January 26, 2010

Adventures in Parenting: The Nuclear Family

You never know where your next "teachable moment" is going to come along.  My ten-year old daughter and I have been occasionally playing the PC version of the turn-based simulation game Civilization IV, although never head-to-head against each other.  For those unfamiliar with the Civilization series, a player starts off in 2500 B.C. or so, as a classic society like the Romans, Greeks, Egyptians, Chinese, or Indians, and "grow" the civilization by discovering advances like the alphabet, iron-working, drama, etc.; building Wonders of the World like the Pyramids, Stonehenge, Great Wall; exploring new lands; setting up trade routes; and establishing new cities on continents near and far.   The game can be won in several different ways, including conquering all the other empires on the planet, Risk-style, winning a diplomatic victory in the United Nations, achieving a specific cultural score on or before the clock runs out in the year 2050, or sending a rocket out into space with the people and supplies to colonize a planet.  It's labor-intensive mouse-clicking trying to keep all your cities growing, protected from opposing armies, and ensuring that your populations are happy (which avoids rebellion and increases your GDP).  It's a time-burner and pretty engrossing from the get-go.

Of course, the flying-by-the-seat-of-my-pants parental part of me is proud that a ten year old girl (or boy, for that matter) is taking an interest in a game with such complexity, history, civics, and inherent responsibility.   But it's the last aspect or lack thereof that gave me pause last Sunday morning. 

While helping the five year old boy get dressed, I happened to chance a glance over at the computer screen where my daughter was playing the game.  I saw a series of mushroom clouds erupt across the screen.   Apparently, my kid found a cheat code, god knows where on-line, and was hammering the poor bronze-working Egyptian civilization with ICBMs; just mercilessly raining nuclear death from above without warning. 

 Now, I was a teenager during the eighties, when the Russians were the Evil Empire and the Cold War was in full icebox mode. Nuclear armageddon was the 800 megaton gorilla in the room.  Consequently, popular culture was obsessed with mutually assured destruction.   WarGames, Threads, The Day After, The Terminator, the Mad Max films, Testament, One Night Stand, and World War III in cinema and TV, Watchmen, The Postman, Red Storm Rising, Doomsday Plus Twelve, Akira, and When the Wind Blows, in comics and literature, video games like Red Alert and Missile Command, and songs like Nena's "99 Luftballons," Sting's "Russians," and this badly dated gem from Frankie Goes to Hollywood:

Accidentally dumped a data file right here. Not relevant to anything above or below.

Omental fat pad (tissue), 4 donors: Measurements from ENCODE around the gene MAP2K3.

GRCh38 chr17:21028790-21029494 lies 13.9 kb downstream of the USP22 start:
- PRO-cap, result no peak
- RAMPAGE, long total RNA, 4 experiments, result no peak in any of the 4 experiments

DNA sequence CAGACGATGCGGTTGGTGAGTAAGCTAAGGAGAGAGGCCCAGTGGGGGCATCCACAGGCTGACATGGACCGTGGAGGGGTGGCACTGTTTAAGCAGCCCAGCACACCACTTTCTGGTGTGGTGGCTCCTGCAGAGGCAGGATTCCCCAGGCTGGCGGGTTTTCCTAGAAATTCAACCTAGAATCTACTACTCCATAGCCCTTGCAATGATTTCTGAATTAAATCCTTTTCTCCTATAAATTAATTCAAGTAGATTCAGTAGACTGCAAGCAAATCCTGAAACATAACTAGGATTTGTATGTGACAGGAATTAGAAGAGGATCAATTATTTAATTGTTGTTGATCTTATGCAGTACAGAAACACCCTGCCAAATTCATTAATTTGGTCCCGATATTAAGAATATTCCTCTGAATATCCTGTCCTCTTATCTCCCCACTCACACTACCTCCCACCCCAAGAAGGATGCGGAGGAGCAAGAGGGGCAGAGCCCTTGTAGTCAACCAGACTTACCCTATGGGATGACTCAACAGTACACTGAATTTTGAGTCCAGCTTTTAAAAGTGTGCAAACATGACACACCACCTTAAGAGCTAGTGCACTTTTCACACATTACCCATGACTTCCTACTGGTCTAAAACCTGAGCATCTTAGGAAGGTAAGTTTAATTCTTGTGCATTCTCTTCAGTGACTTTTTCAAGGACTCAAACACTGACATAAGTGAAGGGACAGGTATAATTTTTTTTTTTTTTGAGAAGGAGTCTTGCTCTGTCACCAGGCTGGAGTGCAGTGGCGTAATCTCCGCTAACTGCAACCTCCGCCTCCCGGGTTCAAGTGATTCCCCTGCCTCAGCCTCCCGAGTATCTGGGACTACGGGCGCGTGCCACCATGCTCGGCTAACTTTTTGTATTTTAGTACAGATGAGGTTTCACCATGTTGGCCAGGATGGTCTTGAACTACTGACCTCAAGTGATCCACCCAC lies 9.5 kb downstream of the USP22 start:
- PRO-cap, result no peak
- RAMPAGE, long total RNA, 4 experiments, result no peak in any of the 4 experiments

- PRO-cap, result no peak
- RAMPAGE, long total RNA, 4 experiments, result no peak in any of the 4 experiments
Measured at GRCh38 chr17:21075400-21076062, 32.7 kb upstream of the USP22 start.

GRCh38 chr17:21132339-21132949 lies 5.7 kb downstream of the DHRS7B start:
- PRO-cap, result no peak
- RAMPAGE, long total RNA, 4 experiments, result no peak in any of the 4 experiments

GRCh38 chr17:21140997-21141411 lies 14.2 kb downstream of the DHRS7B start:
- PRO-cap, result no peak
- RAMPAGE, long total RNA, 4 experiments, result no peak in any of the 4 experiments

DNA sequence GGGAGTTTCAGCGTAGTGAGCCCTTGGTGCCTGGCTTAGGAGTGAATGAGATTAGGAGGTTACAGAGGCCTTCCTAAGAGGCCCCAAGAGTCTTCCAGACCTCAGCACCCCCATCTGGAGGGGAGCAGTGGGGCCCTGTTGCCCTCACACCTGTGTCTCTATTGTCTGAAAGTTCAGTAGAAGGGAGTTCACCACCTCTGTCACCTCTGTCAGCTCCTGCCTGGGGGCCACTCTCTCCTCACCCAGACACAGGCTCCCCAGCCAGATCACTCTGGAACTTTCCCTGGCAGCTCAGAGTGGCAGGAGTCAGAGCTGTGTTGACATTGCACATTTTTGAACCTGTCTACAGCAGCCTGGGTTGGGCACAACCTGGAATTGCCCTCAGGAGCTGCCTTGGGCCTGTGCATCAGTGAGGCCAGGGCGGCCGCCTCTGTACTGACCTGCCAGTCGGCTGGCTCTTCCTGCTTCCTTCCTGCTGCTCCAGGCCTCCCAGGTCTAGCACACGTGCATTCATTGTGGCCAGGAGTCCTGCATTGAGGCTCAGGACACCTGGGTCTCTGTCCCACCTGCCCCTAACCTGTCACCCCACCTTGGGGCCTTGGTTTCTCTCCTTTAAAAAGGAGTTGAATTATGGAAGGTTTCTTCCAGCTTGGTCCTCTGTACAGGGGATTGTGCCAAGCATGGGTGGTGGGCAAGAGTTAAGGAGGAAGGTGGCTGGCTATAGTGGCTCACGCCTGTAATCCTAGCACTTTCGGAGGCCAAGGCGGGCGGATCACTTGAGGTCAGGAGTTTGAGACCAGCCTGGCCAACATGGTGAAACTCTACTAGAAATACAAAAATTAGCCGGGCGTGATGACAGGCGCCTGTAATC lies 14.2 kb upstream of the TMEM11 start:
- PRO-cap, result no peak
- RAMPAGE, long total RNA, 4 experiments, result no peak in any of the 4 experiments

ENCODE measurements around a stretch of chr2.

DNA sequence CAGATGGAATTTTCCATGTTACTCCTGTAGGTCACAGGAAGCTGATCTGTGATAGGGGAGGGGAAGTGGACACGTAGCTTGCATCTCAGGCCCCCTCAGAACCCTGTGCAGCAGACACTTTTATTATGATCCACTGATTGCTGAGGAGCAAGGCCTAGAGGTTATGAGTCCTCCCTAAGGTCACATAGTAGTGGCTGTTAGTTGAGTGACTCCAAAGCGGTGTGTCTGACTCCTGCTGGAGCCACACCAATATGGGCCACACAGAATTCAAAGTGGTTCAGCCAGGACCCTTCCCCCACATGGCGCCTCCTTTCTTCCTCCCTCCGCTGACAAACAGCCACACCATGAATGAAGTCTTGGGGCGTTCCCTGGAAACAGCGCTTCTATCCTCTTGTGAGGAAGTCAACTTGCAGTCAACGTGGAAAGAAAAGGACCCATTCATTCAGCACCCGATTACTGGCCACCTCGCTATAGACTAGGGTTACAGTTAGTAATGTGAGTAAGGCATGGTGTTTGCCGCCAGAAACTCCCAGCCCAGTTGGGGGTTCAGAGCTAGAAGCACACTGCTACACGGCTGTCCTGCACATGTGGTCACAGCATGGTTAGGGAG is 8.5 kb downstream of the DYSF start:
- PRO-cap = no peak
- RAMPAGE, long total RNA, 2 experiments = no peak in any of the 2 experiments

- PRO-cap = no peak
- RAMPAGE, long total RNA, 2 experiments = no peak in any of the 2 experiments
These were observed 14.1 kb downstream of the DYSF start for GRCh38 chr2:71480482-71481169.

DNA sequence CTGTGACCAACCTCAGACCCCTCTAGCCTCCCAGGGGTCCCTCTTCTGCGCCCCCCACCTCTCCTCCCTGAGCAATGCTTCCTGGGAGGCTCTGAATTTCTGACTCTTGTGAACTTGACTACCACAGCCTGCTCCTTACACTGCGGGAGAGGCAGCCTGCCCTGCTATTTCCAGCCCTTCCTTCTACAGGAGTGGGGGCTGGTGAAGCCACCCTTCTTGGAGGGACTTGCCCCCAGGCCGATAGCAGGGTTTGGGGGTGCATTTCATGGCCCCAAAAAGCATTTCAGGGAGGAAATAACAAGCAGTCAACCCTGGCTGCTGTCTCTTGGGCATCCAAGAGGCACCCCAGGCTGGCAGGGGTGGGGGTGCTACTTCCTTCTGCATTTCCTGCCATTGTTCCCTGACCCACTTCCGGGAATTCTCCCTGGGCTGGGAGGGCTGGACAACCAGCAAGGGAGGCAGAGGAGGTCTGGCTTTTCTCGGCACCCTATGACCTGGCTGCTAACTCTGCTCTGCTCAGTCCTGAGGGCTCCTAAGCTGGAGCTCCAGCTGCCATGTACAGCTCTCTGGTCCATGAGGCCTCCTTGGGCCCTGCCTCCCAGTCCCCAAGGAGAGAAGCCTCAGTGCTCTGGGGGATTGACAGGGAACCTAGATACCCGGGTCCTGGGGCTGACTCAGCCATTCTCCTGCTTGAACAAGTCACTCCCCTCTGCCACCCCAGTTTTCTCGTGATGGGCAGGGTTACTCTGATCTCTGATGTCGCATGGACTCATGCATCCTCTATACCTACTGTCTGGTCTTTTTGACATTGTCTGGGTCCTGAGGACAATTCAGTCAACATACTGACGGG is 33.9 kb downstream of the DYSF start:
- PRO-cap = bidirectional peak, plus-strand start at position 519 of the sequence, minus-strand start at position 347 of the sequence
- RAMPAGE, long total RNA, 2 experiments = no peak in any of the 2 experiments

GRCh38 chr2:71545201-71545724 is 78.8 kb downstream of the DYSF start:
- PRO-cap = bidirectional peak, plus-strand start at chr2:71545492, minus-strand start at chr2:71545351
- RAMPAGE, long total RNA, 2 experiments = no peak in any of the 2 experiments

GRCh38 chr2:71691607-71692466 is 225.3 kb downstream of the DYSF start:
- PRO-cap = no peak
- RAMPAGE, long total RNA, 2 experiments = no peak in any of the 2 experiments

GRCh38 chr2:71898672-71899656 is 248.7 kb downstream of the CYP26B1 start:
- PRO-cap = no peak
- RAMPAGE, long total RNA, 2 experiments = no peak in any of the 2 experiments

Paranoia involving death by immediate disintegration or slow, mutant-inducing radiation is a powerful molding force on a teenage brain.  Still, by the end of the decade, the Berlin Wall fell, there was a McDonald's in Moscow, and somehow I'd end up with a full-blooded Russian wife in the '90s (and a scorched earth divorce from the same in the '00s).

But, alas, the damage was done.  My liberal sensibilities are forever tied to nuclear disarmament, "peace in our time," and conventional war strategems.   In Civilization IV, I usually go heavy on ground troops and only attack when attacked, or more likely, if I'm terribly bored with the current political map or one of the other civilizations' leaders is annoying the shit out of me.  My belligerence has limits though, because after the United Nations civilization advance comes along, I finagle my way into the U.N. Secretary-General chair, and bully through a "no-nukes" resolution.  Nukes are still too scary for me to conceptualize usage of, even in a video game, particularly when I ostensibly need to drop them on other civilizations' cities indiscriminately.

My kid, on the other hand, has no such reservations.   Bombs away.  I try to explain to her that pets, grandparents and little children get decimated even in videogame nuclear attacks, but the hard line on armageddon is a little soft without a similar pop culture apocalyptic message immersion that I bathed in throughout in the eighties.   We just aren't making our kids paranoid enough about instant death these days.               

1 comment:

  1. Nuclear bomb cheat-- love that.

    "labor-intensive mouse-clicking"